But after wracking my brain for a while, I came up with a different plan: give each Spirit a unique power for their relationship with the Dahan, and don’t add Presence with Powers at all. Instead, roll that and the things covered by “Seeking” (an old mechanic for reclaiming used Power Cards and gaining a new one) into a regathering/expanding of strength called “Growth" - the organic processes which didn't involve a Spirit using special powers, just... growing, living, changing. Each spirit could have different Growth choices, and while the atomic pieces of those options could be very simple (“Add a Presence at Range 1”), the way they were grouped could, I thought, let different Spirits feel appropriately different, and offer strategic choice in how they progress. (And indeed, it does.)
It took roughly 6 months for the major side-effects of this change to ahake out, and over a year for me to get as good a handle on Growth as I’d had on the previous system - but the benefits have been fantastic: Spirits’ starting powers are entirely unique. Spirits need fewer card-plays (since they used to need an average of 1/turn for Presence placement), which makes early game decisions more manageable for new players - as does having fewer Powers overall (which also benefits later-game hand size). It's removed certain Presence-spamming openings, which makes it easier to predict/design around a spirit’s rough power-level at any point in the game. It allows Growth design to influence how a Spirit spreads, and feels while spreading. And...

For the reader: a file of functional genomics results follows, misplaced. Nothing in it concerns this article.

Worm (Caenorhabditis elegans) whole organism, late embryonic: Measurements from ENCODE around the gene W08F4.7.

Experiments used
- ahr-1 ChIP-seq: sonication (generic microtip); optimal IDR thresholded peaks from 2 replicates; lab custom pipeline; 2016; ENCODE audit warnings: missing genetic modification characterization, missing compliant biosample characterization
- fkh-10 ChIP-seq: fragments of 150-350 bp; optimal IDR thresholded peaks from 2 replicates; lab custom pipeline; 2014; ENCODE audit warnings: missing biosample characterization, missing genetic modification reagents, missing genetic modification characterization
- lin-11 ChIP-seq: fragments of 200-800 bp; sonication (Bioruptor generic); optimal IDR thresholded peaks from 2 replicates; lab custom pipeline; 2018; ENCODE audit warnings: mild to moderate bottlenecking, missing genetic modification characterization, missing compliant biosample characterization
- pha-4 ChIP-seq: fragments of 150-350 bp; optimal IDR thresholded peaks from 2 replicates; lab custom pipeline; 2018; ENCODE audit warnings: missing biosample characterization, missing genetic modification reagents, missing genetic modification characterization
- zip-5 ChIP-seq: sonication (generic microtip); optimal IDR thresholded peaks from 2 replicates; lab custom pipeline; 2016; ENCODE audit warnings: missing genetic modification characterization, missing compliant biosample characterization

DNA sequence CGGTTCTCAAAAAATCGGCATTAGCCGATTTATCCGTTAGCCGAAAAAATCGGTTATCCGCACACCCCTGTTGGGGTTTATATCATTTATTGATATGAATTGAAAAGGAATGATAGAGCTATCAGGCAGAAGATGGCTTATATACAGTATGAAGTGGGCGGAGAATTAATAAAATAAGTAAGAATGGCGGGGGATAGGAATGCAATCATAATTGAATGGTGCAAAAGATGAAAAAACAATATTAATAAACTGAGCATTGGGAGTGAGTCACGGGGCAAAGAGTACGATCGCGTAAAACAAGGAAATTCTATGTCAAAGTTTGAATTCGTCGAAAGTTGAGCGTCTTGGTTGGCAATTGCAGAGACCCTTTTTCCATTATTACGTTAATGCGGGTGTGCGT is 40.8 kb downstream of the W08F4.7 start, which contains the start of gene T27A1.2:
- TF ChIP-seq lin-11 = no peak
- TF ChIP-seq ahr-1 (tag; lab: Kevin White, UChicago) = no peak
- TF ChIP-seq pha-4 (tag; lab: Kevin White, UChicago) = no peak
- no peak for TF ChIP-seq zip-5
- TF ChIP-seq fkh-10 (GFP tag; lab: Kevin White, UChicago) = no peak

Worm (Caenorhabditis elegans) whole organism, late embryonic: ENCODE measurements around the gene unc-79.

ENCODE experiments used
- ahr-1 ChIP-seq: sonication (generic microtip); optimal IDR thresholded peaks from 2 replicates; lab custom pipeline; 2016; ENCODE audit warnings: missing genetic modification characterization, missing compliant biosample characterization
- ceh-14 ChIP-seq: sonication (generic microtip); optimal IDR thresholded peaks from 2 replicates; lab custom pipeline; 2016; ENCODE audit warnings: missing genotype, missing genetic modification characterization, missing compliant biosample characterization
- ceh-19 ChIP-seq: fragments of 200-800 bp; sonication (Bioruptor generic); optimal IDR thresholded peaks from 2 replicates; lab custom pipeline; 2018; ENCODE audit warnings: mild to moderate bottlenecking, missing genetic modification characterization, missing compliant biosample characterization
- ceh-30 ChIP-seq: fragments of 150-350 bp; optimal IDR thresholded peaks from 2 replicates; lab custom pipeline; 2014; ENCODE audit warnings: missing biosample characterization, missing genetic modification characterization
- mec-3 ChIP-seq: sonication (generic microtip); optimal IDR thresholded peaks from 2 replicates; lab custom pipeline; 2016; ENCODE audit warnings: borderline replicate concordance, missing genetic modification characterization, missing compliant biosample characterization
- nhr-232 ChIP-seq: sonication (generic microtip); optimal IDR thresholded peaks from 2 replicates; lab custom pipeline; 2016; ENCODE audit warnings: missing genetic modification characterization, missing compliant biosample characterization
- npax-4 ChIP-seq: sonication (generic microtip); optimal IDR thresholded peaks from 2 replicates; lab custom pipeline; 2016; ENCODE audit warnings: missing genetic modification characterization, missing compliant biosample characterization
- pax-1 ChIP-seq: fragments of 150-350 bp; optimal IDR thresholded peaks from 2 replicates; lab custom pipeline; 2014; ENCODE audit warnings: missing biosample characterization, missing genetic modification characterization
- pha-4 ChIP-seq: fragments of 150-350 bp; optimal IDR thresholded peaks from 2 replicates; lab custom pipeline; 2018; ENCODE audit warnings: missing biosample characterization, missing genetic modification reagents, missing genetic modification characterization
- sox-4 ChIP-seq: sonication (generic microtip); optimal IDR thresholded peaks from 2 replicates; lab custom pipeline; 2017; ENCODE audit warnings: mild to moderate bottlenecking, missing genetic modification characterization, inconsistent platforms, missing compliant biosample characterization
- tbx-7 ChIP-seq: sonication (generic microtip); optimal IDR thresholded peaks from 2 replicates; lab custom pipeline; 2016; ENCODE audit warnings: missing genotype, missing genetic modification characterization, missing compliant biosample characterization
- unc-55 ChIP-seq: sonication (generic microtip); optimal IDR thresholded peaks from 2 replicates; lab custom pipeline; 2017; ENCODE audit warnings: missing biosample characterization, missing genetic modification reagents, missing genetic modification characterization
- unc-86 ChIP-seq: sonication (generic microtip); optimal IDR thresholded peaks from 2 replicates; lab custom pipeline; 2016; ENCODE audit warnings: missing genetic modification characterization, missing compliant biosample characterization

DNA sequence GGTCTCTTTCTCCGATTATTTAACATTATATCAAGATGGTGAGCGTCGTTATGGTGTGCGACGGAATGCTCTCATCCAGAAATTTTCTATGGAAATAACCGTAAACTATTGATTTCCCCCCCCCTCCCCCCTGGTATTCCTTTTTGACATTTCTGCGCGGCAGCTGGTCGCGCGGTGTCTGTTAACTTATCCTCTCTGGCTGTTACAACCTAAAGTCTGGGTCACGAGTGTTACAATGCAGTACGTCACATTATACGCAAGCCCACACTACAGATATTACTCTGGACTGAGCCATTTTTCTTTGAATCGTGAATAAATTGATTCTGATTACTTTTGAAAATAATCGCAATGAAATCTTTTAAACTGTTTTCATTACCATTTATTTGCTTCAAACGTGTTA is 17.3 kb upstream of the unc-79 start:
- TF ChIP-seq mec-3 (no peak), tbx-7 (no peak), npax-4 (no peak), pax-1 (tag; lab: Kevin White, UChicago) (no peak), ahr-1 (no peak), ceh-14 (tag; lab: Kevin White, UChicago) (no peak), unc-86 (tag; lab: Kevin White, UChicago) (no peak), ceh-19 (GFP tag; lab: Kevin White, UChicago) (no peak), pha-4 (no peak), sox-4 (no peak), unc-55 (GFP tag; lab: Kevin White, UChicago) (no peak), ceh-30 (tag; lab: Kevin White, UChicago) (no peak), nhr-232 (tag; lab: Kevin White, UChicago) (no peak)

How Power Cards are gained
…in the old Seeking model, Spirits only gained a new Power Card when they Reclaimed all of their spent Power Cards. (Which cost some amount of Energy at end-of-turn.) The shift to Growth decoupled “Reclaim Powers” from “Gain a Power Card”, which permitted a much greater diversity of tempo-feeling among Spirits. Many still kept one Growth option with the two of them together - it’s a good dynamic, especially for beginning players (since if you dig yourself into the hole of “I’m playing so many Power Cards that I have to Reclaim every turn”, it automatically self-corrects by giving you more Power Cards) - but even those could include other options for gaining Power Cards, and some spirits separated the two things entirely.
Comments and questions are welcome, as are suggestions for any aspects of the design, concept, or game world that you'd like to hear about.
(Also let me know if you'd rather see narrower scope and more drilldown, fewer or more details, etc. - there have been so many changes and lessons that it's difficult to put it all into narrative form.)